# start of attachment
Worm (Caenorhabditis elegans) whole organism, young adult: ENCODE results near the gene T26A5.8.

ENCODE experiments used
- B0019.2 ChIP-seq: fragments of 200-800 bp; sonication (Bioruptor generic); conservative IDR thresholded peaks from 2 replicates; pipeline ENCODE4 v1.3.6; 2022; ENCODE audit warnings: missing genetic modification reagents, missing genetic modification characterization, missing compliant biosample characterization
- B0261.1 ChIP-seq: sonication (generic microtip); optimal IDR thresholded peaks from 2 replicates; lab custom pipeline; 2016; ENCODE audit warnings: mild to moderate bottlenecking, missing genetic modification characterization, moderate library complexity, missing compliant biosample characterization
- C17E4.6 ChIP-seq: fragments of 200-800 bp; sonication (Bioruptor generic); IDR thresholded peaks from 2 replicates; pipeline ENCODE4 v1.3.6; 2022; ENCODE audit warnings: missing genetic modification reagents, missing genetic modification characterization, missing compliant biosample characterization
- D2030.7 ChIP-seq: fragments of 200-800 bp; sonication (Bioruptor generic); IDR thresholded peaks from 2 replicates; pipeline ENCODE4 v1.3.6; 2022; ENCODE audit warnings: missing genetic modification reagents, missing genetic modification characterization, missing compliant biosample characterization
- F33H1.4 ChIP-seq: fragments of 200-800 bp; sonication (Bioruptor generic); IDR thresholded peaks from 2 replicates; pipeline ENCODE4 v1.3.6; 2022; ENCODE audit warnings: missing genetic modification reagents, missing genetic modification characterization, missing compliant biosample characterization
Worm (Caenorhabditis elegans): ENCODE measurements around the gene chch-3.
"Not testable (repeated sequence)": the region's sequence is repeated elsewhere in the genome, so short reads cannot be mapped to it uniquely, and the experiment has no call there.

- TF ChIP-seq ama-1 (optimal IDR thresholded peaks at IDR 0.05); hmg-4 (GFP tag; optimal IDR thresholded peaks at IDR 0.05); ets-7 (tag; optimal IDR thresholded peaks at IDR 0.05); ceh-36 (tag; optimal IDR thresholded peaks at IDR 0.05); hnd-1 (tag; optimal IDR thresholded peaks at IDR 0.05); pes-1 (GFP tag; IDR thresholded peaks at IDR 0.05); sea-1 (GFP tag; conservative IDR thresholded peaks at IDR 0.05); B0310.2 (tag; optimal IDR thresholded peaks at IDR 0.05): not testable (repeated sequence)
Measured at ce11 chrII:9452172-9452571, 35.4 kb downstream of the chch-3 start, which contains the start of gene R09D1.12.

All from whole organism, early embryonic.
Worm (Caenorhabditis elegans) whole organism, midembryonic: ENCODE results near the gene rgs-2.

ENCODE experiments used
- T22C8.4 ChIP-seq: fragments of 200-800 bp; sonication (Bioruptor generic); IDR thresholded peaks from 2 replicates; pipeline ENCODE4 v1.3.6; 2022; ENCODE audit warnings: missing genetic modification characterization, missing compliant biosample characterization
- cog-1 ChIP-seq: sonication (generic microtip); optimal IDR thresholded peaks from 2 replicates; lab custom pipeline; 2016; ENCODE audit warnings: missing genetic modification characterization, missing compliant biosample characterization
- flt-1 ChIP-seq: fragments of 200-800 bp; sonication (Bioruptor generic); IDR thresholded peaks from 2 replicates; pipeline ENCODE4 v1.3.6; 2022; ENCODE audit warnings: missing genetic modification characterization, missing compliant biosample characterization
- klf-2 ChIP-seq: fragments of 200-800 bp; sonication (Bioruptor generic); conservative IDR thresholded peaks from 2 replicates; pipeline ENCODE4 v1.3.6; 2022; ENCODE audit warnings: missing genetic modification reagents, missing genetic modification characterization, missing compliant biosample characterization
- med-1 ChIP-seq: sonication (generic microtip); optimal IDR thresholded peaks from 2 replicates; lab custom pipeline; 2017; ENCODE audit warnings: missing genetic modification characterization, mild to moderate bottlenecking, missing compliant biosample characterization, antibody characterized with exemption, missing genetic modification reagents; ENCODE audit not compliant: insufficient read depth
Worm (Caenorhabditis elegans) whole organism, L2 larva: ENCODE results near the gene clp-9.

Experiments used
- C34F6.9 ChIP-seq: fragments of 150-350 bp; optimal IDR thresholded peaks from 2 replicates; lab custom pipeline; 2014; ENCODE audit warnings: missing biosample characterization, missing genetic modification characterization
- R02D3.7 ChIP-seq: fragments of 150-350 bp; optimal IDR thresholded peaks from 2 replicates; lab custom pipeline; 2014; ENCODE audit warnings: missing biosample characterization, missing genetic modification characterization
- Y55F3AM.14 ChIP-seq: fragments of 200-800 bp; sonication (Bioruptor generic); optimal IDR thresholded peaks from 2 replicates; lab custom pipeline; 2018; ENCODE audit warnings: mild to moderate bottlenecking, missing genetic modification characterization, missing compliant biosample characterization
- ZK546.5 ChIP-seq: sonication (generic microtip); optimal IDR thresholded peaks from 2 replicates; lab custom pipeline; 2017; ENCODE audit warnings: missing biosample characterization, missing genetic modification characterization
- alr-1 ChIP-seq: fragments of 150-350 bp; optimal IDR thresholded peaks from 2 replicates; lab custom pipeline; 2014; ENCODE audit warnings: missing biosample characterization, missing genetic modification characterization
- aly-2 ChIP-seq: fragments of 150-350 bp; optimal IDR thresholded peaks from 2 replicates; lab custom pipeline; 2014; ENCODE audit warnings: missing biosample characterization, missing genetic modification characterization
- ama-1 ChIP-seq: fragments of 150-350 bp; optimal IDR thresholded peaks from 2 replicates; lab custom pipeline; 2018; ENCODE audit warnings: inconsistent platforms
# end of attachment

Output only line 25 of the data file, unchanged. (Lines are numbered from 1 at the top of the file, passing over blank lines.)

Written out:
- ZK546.5 ChIP-seq: sonication (generic microtip); optimal IDR thresholded peaks from 2 replicates; lab custom pipeline; 2017; ENCODE audit warnings: missing biosample characterization, missing genetic modification characterization